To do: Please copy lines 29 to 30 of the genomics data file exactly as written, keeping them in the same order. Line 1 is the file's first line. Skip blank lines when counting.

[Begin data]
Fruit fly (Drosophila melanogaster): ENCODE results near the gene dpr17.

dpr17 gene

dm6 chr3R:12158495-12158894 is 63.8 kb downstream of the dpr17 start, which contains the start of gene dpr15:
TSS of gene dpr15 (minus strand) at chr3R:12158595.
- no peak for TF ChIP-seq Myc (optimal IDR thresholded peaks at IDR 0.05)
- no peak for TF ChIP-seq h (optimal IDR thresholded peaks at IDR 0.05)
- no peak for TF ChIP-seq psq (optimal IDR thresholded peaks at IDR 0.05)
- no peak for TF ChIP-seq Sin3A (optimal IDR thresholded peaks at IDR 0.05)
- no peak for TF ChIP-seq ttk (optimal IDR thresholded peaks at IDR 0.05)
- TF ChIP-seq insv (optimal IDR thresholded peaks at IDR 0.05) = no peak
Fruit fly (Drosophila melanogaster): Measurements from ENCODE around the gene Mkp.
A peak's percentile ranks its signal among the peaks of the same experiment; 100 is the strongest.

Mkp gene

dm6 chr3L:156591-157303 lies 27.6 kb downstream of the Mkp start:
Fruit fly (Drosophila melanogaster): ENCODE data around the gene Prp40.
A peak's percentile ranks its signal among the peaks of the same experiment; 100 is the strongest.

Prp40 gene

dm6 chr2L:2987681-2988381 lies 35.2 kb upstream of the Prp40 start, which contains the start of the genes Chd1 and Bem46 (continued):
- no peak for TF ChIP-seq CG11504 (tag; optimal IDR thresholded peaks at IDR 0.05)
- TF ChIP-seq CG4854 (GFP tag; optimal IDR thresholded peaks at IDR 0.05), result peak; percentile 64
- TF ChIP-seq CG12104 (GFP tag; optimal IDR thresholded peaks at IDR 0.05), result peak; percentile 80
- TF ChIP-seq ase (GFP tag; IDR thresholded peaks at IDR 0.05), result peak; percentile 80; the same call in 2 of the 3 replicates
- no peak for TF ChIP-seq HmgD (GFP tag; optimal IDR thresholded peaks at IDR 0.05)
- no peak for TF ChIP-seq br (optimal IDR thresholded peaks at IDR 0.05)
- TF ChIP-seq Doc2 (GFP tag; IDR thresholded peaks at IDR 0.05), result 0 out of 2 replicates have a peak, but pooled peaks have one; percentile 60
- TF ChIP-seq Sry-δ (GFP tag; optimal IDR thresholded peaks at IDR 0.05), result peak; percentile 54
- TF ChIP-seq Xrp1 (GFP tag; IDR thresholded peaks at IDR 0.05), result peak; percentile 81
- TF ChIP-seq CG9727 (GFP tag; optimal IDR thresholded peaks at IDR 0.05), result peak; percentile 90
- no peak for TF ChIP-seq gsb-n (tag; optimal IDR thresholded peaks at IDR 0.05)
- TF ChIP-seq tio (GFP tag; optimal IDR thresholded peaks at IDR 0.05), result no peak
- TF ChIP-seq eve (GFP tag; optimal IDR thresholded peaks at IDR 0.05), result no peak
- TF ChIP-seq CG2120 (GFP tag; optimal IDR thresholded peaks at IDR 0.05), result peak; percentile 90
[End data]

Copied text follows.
- no peak for TF ChIP-seq gsb-n (tag; optimal IDR thresholded peaks at IDR 0.05)
- TF ChIP-seq tio (GFP tag; optimal IDR thresholded peaks at IDR 0.05), result no peak